Friday, October 22. 2010
When people say, “Avatar had $50 million in subsidies” it conjures up a particular image: Joe Taxpayer ladling $50 million to a bunch of film moguls. It’s understandable, not least because it’s how things like SMPs used to work, but it’s not true. Subsidies are many and varied; I can think of at least three major types off the top of my head:
The aforementioned subsidy for film production is a great example of this; film-makers get a break on their taxes in New Zealand. The thing is that when people toss around the idea that these cost something in a direct form they’re being, charitably, economically illiterate. No-one gave anyone anything. We simply neglected to take something. There is, you could argue, an opportunity cost, but in many cases, we can have something we wouldn’t otherwise get (Avatar work), or we can get nothing.
Framed that way, they sound quite tempting, right? Not always. We don’t have a capital gains tax in New Zealand, which means a major sink for our investment dollar in the last 7 or 8 years, even more than in the rest of the Western world, has been property speculation - not even property development, but borrowing money to buy houses that already exist in the hope a greater fool will make us rich. Unlike making movies, it’s not an activity that really spreads the wealth around; a built house requires pretty minimal upkeep. It may even have a perverse result, as rents rise to cover the costs of mortgages taken out with a view to capital gains, more money goes to service debts raised with offshore borrowing, rather than into the New Zealand economy, and we skew the view of what we invest in from activities that generate good first-world employment (special effects, software development, what have you), and into hoarding bricks and mortar.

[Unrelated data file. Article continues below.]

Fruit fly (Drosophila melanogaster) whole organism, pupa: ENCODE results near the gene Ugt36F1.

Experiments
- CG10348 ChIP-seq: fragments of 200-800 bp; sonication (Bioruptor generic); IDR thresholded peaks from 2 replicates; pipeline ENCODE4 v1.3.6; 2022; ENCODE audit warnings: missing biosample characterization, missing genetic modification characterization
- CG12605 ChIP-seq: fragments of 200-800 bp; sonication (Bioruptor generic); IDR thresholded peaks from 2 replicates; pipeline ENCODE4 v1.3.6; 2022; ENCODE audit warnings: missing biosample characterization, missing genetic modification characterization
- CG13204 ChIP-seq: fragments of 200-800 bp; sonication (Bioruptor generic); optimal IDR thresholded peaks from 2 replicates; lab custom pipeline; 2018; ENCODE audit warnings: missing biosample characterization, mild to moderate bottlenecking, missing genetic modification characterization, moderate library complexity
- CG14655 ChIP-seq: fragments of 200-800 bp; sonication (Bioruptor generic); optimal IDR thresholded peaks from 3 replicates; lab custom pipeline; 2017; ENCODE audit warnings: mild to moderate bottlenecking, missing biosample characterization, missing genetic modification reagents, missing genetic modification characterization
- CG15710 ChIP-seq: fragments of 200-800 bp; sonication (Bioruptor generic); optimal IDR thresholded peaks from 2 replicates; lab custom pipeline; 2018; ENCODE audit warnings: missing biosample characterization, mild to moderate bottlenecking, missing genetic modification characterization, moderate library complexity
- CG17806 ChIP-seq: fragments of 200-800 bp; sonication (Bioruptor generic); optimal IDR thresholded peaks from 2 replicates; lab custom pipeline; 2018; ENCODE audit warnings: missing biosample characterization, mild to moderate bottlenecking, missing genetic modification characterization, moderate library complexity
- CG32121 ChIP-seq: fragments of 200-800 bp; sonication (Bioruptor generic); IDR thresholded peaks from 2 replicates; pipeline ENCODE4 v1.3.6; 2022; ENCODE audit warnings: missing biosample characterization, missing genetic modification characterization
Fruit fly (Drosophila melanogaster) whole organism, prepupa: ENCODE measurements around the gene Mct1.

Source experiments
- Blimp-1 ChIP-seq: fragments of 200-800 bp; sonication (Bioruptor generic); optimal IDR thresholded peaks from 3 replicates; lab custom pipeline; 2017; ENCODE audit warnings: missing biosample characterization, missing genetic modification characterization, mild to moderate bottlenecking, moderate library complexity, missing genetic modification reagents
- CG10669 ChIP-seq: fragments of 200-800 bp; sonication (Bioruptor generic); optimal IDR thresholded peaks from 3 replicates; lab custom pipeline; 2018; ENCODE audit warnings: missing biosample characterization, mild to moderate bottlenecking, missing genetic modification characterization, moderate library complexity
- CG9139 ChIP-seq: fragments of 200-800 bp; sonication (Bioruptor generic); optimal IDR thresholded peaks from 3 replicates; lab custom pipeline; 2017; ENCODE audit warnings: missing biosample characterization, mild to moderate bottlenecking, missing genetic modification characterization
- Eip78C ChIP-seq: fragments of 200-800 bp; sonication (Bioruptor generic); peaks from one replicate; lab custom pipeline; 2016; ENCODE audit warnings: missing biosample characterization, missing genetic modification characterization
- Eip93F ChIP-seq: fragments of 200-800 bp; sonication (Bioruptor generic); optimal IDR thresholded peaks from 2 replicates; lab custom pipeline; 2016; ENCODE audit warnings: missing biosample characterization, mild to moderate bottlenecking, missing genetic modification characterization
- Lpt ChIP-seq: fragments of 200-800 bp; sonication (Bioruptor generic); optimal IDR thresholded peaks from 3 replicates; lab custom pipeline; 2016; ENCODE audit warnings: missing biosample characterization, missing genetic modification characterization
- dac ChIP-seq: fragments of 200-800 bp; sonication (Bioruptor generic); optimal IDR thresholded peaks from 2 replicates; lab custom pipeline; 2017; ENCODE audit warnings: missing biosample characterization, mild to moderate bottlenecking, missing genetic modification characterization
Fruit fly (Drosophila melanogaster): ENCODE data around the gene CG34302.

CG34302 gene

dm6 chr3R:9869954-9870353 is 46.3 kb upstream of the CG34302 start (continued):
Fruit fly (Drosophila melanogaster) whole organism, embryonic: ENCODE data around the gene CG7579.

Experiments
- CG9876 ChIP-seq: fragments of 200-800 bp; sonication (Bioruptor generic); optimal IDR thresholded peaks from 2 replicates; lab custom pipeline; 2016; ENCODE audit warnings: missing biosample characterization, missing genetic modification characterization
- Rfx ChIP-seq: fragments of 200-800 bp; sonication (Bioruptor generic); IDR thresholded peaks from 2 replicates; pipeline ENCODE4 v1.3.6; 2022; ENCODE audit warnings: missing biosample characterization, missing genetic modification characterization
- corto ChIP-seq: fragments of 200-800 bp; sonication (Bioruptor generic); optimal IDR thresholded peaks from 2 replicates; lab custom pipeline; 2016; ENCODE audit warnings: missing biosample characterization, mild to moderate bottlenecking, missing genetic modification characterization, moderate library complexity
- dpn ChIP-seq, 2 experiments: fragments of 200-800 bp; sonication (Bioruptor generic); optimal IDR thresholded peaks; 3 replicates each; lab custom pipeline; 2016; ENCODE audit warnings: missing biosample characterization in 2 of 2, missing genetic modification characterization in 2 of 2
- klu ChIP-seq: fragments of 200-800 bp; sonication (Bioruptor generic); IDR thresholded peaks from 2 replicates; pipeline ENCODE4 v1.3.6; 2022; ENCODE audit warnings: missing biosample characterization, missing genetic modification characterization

So if we do have tax exemptions to attract foreign dollars, we ought to be quite careful that they’re an overall benefit.
Paying Your Bills
You’re a high-carbon-output business. Well, in New Zealand, I’m giving you money. Lots and lots of loverly money. That’s because I’m paying for your carbon credits.
(No-one’s paying my employer’s carbon credits, we just hand to spend a lot of money doing things like reducing the footprint of our server rooms with virtualisation and consolidation programs.)
There are no shortage of activities like this. Cities build sports stadiums for profitable sporting businesses to use. We cover the costs of businesses that might otherwise go broke.
Giving You Cash
Our domestic cultural industries are beneficiaries of this one; we ladle money into TV, local movies, ballet, opera, symphony orchestras, you name it. Outrageous Fortune collected almost $50 million during it’s run; whatever my share of that was, was totally worth it to hear the word “nungas” on TV, I might add.